Former pro wrestler Ultimate Warrior dies at 54

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The Ultimate Warrior, one of the most colorful stars in pro wrestling history, has died, the WWE said. He was 54.

The WWE said Warrior, who legally changed his name from James Hellwig to his wrestling moniker, died Tuesday. Scottsdale, Ariz., police spokesman Sgt. Mark Clark said he collapsed while walking with his wife to their car at a hotel and was pronounced dead at a hospital.

There were no signs of foul play, Clark said. The Maricopa County Medical Examiner’s Office will conduct an autopsy Thursday, county spokeswoman Cari Gerchick said.

Hellwig was one of pro wrestling’s biggest stars in the late 1980s. He beat Hulk Hogan in a memorable match at Wrestlemania in 1990.

He was in the spotlight again earlier this week, making appearances at the latest WrestleMania in New Orleans and on “Monday Night Raw,” and being inducted into the WWE Hall of fame.

“WWE is shocked and deeply saddened to learn of the passing of one of the most iconic WWE Superstars ever, The Ultimate Warrior,” WWE said in a statement, adding: “We are grateful that just days ago, Warrior had the opportunity to take his rightful place in the WWE Hall of Fame.”

WWE Chairman Vince McMahon tweeted: “We are all so sad the Ultimate Warrior has passed away. Our heart is with his wife Dana and his two daughters.”

The Ultimate Warrior personified the larger-than-life cartoon characters who helped skyrocket the WWE into the mainstream in the late 1980s and early 1990s. Warrior dressed in face paint, had tassels dangling from his super-sized biceps and sprinted to the ring when his theme song hit. He’d shake the ropes and grunt and howl while the crowd went wild for the popular good guy.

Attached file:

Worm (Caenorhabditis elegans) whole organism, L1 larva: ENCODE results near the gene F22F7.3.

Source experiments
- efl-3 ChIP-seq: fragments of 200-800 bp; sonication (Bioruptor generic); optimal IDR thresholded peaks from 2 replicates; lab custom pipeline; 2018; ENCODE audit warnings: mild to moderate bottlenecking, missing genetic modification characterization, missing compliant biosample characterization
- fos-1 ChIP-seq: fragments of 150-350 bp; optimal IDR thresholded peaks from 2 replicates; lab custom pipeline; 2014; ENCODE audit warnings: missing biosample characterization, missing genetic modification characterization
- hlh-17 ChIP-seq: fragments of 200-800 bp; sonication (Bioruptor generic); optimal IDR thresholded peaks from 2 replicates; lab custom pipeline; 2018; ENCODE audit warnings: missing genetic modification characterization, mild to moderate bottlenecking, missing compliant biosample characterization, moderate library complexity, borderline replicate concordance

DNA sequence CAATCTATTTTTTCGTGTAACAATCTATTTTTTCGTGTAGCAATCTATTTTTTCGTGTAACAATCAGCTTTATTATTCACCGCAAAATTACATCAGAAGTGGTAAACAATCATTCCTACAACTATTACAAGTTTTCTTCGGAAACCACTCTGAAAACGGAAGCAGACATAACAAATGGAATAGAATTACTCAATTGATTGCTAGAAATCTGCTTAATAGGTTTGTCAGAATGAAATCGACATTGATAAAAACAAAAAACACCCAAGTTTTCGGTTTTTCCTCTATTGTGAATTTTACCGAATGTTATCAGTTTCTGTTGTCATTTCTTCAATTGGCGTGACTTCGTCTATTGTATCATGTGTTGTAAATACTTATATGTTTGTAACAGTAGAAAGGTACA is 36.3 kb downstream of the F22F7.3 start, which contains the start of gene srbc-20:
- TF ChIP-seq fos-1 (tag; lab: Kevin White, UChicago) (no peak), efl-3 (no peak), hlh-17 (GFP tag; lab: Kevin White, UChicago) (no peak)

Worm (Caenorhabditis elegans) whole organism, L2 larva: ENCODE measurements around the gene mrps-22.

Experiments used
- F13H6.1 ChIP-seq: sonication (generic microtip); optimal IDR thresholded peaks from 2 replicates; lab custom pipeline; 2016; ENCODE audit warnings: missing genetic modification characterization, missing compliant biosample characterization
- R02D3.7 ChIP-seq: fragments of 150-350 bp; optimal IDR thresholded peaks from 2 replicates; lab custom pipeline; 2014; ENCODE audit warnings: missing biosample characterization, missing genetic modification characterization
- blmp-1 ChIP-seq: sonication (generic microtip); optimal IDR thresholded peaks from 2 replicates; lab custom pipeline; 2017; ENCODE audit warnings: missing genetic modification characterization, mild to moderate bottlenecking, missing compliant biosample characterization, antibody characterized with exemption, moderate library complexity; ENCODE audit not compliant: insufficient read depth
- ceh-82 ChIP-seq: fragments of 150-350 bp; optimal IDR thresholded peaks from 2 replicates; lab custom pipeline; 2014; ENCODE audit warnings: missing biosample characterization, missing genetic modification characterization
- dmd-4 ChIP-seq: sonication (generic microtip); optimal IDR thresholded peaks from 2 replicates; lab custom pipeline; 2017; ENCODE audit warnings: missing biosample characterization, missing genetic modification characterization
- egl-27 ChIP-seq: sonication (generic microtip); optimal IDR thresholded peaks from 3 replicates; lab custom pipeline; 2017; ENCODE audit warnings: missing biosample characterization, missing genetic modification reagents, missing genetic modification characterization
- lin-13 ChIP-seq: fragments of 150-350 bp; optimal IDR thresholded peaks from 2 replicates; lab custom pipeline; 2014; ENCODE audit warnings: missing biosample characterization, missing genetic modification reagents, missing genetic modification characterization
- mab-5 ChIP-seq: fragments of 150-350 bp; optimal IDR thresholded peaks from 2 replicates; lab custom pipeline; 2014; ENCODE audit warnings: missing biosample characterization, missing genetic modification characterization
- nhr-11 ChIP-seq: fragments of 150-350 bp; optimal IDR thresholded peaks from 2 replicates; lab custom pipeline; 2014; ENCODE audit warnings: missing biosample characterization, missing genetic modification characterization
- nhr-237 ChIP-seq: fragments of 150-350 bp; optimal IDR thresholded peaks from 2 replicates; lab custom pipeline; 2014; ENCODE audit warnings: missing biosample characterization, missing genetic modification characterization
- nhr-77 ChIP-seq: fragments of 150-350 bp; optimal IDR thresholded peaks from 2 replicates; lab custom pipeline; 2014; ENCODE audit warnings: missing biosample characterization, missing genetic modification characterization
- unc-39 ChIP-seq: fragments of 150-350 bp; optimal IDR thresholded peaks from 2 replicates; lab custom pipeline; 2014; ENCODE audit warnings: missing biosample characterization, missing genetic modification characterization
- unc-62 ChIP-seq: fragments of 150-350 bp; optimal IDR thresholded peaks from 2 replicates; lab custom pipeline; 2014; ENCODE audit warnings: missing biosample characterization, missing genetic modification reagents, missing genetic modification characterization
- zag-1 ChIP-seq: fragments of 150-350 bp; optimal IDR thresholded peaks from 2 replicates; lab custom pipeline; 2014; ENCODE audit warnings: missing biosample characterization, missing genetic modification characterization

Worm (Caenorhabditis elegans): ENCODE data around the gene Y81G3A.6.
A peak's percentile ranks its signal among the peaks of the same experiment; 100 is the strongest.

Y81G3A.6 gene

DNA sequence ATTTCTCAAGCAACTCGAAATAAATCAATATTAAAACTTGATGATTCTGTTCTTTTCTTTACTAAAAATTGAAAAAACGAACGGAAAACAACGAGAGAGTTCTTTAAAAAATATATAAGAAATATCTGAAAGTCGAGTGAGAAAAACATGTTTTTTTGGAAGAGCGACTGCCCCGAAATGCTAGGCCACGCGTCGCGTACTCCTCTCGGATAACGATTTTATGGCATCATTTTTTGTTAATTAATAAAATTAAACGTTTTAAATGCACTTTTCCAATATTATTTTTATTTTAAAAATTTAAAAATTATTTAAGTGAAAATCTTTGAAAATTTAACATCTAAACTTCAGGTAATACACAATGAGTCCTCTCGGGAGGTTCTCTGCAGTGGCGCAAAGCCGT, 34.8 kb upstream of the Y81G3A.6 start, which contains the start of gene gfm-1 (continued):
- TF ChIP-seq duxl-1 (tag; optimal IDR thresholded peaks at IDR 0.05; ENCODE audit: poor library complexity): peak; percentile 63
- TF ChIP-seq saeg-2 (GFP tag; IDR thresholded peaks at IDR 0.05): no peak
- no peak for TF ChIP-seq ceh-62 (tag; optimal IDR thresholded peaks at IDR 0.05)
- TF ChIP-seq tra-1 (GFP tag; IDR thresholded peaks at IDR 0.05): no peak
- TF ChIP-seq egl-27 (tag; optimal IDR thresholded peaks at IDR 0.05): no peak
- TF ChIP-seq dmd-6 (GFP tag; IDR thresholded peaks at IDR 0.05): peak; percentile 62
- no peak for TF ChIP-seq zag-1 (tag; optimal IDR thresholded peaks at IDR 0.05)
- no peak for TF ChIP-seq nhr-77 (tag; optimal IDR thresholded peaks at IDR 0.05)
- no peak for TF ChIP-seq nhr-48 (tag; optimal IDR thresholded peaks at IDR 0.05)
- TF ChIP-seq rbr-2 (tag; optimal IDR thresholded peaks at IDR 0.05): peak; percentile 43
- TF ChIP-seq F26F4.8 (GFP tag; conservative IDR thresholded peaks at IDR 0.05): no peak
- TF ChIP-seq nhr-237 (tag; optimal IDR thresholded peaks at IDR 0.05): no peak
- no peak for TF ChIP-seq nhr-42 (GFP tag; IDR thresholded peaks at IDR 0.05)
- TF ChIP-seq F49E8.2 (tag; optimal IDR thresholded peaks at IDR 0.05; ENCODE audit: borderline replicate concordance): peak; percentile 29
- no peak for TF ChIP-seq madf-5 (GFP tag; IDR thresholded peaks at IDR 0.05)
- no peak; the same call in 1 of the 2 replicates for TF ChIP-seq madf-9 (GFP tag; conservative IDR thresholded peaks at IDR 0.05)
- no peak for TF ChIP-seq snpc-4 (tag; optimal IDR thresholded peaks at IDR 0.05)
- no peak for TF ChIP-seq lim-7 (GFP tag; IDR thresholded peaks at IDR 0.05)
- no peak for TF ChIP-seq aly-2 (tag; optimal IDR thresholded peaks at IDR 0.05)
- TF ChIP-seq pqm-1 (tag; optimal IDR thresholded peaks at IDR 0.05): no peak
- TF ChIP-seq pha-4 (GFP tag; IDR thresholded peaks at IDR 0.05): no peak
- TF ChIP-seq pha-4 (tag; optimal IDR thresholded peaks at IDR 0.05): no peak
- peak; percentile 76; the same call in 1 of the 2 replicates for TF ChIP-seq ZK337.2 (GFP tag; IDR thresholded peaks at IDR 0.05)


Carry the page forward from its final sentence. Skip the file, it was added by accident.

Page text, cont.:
He made his debut with the promotion when it was known as the World Wrestling Federation in 1987 and wrestled on and off for the sports entertainment empire until 1996.

The Ultimate Warrior became the first wrestler to defeat Hulk Hogan at WrestleMania when he used his finishing splash for the pin. He won the championship in front of 67,678 fans at Toronto’s SkyDome in a match billed as “The Ultimate Challenge.”

The Ultimate Warrior would defeat Randy “Macho Man” Savage the next year at WrestleMania. Savage, who died in 2011, Hogan and Warrior were all enormous personalities with gaudy costumes and memorable catchphrases. They led the WWE’s transformation from a promotion running weekend arena shows and Saturday morning TV into one booking events at the largest stadiums around the world with millions watching every Monday night. More than 5.1 million viewers watched Warrior’s final appearance Monday night on “Raw.”

The Ultimate Warrior had a falling out with the WWE and did not appear on its TV shows after July 8, 1996, until last weekend. He reconciled with McMahon and was inducted into the Hall of Fame. He also made an appearance on “Raw” and shook the ropes one final time in front of another crowd that went wild for the Warrior.

“Speak to me, Warriors!” he bellowed, as the New Orleans crowd chanted his name.

Warrior put on a mask that resembled his famous face paint and cut a promo about 24 hours before his death that seems eerie now.

“No WWE talent becomes a legend on their own,” Warrior said. “Every man’s heart one day beats its final beat. His lungs breathe their final breath. And if what that man did in his life makes the blood pulse through the body of others, it makes them bleed deeper and something larger than life, then his essence, his spirit, will be immortalized.”

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Associated Press Writer Paul Davenport in Phoenix contributed to this report.

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